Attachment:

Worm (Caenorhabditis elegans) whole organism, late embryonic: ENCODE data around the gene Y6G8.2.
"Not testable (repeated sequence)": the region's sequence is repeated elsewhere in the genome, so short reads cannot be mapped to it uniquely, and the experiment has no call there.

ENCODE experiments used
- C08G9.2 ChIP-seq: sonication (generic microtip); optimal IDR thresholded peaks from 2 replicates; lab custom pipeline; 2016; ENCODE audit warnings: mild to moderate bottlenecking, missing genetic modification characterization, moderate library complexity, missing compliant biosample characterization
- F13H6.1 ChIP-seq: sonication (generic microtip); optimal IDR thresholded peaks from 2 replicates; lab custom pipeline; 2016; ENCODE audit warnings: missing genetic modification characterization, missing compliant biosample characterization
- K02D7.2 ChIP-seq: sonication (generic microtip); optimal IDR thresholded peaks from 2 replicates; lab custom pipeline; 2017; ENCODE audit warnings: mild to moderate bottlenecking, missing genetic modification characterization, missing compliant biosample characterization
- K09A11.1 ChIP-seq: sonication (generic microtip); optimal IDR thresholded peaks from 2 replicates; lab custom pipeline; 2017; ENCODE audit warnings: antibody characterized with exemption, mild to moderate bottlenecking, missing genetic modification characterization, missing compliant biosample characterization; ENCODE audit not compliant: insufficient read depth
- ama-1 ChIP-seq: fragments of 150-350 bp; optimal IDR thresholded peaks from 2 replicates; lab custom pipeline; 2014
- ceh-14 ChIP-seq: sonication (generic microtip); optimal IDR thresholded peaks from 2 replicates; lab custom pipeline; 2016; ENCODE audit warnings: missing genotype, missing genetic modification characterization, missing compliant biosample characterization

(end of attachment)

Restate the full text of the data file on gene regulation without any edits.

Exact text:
Worm (Caenorhabditis elegans) whole organism, late embryonic: ENCODE data around the gene Y6G8.2.
"Not testable (repeated sequence)": the region's sequence is repeated elsewhere in the genome, so short reads cannot be mapped to it uniquely, and the experiment has no call there.

ENCODE experiments used
- C08G9.2 ChIP-seq: sonication (generic microtip); optimal IDR thresholded peaks from 2 replicates; lab custom pipeline; 2016; ENCODE audit warnings: mild to moderate bottlenecking, missing genetic modification characterization, moderate library complexity, missing compliant biosample characterization
- F13H6.1 ChIP-seq: sonication (generic microtip); optimal IDR thresholded peaks from 2 replicates; lab custom pipeline; 2016; ENCODE audit warnings: missing genetic modification characterization, missing compliant biosample characterization
- K02D7.2 ChIP-seq: sonication (generic microtip); optimal IDR thresholded peaks from 2 replicates; lab custom pipeline; 2017; ENCODE audit warnings: mild to moderate bottlenecking, missing genetic modification characterization, missing compliant biosample characterization
- K09A11.1 ChIP-seq: sonication (generic microtip); optimal IDR thresholded peaks from 2 replicates; lab custom pipeline; 2017; ENCODE audit warnings: antibody characterized with exemption, mild to moderate bottlenecking, missing genetic modification characterization, missing compliant biosample characterization; ENCODE audit not compliant: insufficient read depth
- ama-1 ChIP-seq: fragments of 150-350 bp; optimal IDR thresholded peaks from 2 replicates; lab custom pipeline; 2014
- ceh-14 ChIP-seq: sonication (generic microtip); optimal IDR thresholded peaks from 2 replicates; lab custom pipeline; 2016; ENCODE audit warnings: missing genotype, missing genetic modification characterization, missing compliant biosample characterization